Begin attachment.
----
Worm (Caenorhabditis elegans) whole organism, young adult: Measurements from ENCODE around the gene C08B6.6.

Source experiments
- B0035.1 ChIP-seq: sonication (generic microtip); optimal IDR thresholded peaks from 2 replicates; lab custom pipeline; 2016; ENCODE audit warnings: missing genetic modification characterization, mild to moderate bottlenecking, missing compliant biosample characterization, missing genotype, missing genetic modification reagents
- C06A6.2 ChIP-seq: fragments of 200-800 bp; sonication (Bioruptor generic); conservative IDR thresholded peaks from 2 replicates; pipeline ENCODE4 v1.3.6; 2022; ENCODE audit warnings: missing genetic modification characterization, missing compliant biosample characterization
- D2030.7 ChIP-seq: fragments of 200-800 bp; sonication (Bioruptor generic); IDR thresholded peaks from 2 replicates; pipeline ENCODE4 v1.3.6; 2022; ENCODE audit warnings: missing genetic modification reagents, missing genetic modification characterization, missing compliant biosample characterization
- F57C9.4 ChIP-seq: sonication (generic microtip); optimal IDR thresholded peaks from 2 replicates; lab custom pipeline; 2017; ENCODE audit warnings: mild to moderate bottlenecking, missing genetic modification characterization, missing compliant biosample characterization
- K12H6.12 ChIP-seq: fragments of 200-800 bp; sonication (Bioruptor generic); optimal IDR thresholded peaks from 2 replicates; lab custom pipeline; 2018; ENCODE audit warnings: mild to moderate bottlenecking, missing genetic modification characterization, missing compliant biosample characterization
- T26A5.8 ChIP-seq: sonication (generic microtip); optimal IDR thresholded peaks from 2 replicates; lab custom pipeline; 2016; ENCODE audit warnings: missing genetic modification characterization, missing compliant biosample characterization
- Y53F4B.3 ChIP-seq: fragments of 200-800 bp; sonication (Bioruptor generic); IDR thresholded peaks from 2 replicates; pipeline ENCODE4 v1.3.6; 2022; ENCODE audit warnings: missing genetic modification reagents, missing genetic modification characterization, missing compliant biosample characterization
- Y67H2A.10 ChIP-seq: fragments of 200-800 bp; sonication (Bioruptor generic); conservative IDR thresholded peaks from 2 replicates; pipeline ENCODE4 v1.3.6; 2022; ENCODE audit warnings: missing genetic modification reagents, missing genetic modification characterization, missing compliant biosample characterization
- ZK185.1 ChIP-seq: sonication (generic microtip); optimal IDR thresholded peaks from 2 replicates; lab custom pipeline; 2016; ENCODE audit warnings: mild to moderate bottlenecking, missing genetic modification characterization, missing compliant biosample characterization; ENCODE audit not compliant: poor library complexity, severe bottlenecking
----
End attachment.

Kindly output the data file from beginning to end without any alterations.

Worm (Caenorhabditis elegans) whole organism, young adult: Measurements from ENCODE around the gene C08B6.6.

Source experiments
- B0035.1 ChIP-seq: sonication (generic microtip); optimal IDR thresholded peaks from 2 replicates; lab custom pipeline; 2016; ENCODE audit warnings: missing genetic modification characterization, mild to moderate bottlenecking, missing compliant biosample characterization, missing genotype, missing genetic modification reagents
- C06A6.2 ChIP-seq: fragments of 200-800 bp; sonication (Bioruptor generic); conservative IDR thresholded peaks from 2 replicates; pipeline ENCODE4 v1.3.6; 2022; ENCODE audit warnings: missing genetic modification characterization, missing compliant biosample characterization
- D2030.7 ChIP-seq: fragments of 200-800 bp; sonication (Bioruptor generic); IDR thresholded peaks from 2 replicates; pipeline ENCODE4 v1.3.6; 2022; ENCODE audit warnings: missing genetic modification reagents, missing genetic modification characterization, missing compliant biosample characterization
- F57C9.4 ChIP-seq: sonication (generic microtip); optimal IDR thresholded peaks from 2 replicates; lab custom pipeline; 2017; ENCODE audit warnings: mild to moderate bottlenecking, missing genetic modification characterization, missing compliant biosample characterization
- K12H6.12 ChIP-seq: fragments of 200-800 bp; sonication (Bioruptor generic); optimal IDR thresholded peaks from 2 replicates; lab custom pipeline; 2018; ENCODE audit warnings: mild to moderate bottlenecking, missing genetic modification characterization, missing compliant biosample characterization
- T26A5.8 ChIP-seq: sonication (generic microtip); optimal IDR thresholded peaks from 2 replicates; lab custom pipeline; 2016; ENCODE audit warnings: missing genetic modification characterization, missing compliant biosample characterization
- Y53F4B.3 ChIP-seq: fragments of 200-800 bp; sonication (Bioruptor generic); IDR thresholded peaks from 2 replicates; pipeline ENCODE4 v1.3.6; 2022; ENCODE audit warnings: missing genetic modification reagents, missing genetic modification characterization, missing compliant biosample characterization
- Y67H2A.10 ChIP-seq: fragments of 200-800 bp; sonication (Bioruptor generic); conservative IDR thresholded peaks from 2 replicates; pipeline ENCODE4 v1.3.6; 2022; ENCODE audit warnings: missing genetic modification reagents, missing genetic modification characterization, missing compliant biosample characterization
- ZK185.1 ChIP-seq: sonication (generic microtip); optimal IDR thresholded peaks from 2 replicates; lab custom pipeline; 2016; ENCODE audit warnings: mild to moderate bottlenecking, missing genetic modification characterization, missing compliant biosample characterization; ENCODE audit not compliant: poor library complexity, severe bottlenecking